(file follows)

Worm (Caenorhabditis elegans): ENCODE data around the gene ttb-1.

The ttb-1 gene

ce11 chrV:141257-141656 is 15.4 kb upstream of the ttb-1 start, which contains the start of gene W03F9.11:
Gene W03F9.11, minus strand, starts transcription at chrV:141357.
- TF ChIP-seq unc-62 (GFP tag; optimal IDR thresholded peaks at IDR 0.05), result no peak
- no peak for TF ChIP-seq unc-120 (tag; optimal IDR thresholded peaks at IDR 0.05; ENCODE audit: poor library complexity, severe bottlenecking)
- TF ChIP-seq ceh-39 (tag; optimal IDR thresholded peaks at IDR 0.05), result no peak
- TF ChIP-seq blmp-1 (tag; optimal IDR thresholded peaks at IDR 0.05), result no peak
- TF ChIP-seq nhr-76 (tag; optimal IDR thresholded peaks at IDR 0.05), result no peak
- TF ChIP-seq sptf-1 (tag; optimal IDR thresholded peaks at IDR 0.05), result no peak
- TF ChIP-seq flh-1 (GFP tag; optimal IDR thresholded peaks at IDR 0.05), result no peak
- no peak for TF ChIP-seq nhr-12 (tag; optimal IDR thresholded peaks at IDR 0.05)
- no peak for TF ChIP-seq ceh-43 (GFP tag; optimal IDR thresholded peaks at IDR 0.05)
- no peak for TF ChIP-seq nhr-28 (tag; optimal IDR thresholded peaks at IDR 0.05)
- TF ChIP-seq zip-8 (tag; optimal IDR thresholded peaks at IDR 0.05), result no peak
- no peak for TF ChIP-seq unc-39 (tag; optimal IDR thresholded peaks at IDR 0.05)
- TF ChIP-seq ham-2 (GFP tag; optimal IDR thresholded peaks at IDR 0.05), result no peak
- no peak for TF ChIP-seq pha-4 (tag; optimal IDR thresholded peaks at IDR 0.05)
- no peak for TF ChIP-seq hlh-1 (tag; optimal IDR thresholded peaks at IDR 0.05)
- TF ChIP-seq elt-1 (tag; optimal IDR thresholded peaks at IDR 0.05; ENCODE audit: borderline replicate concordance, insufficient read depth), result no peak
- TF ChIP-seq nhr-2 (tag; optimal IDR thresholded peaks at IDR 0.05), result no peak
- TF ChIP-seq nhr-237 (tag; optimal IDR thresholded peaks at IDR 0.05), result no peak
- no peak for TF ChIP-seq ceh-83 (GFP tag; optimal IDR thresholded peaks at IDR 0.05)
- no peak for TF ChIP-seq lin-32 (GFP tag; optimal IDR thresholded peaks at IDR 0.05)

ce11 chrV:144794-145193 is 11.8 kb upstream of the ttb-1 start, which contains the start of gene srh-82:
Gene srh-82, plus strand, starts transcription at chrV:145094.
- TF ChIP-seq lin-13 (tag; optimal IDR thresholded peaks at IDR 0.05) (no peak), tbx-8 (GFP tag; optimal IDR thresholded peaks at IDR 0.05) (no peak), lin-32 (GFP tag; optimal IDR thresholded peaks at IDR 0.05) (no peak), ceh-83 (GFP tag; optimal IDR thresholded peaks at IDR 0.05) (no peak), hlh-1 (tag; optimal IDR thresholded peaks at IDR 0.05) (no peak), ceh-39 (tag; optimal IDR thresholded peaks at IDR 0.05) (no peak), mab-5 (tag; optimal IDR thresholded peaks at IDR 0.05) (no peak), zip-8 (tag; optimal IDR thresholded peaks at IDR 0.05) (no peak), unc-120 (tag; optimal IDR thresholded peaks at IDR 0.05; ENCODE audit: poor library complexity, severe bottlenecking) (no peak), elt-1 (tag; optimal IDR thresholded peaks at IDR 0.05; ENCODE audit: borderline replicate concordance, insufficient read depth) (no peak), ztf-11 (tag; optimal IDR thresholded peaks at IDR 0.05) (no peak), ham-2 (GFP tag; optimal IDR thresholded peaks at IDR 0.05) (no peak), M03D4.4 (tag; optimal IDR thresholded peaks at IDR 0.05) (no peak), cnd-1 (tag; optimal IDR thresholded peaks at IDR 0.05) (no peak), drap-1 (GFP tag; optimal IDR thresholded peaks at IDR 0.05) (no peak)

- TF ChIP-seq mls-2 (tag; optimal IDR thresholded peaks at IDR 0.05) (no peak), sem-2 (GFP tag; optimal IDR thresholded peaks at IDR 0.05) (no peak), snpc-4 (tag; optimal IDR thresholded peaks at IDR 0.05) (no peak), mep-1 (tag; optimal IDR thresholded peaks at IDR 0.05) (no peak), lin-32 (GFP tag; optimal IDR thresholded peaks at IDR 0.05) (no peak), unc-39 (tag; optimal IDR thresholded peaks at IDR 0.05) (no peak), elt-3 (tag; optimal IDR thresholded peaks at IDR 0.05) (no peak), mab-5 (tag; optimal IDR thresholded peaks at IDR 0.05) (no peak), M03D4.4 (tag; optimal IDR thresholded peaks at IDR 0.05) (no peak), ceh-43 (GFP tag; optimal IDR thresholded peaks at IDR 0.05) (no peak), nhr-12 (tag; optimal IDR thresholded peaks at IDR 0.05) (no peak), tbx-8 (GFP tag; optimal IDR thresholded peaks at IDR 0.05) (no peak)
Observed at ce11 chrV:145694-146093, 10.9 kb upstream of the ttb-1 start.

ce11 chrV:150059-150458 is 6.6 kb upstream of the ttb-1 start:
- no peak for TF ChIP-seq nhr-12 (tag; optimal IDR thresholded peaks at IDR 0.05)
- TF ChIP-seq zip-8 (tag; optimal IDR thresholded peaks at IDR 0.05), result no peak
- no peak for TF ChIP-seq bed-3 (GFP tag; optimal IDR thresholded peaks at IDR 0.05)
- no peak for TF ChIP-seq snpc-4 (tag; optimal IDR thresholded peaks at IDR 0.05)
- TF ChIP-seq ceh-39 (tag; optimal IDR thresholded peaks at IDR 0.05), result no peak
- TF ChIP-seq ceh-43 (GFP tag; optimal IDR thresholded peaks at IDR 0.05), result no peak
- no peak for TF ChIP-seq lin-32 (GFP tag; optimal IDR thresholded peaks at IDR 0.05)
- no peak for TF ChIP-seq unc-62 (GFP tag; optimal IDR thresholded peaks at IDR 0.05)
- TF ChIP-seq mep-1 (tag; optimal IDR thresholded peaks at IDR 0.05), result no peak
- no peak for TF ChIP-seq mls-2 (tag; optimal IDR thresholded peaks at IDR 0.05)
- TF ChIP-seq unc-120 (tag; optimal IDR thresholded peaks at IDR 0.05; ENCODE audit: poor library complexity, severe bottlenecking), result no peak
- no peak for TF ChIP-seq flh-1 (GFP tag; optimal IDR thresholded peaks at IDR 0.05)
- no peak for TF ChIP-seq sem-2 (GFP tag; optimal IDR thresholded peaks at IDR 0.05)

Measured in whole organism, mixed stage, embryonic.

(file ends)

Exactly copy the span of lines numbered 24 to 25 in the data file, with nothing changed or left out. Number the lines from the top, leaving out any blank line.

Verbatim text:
- no peak for TF ChIP-seq lin-32 (GFP tag; optimal IDR thresholded peaks at IDR 0.05)

ce11 chrV:144794-145193 is 11.8 kb upstream of the ttb-1 start, which contains the start of gene srh-82: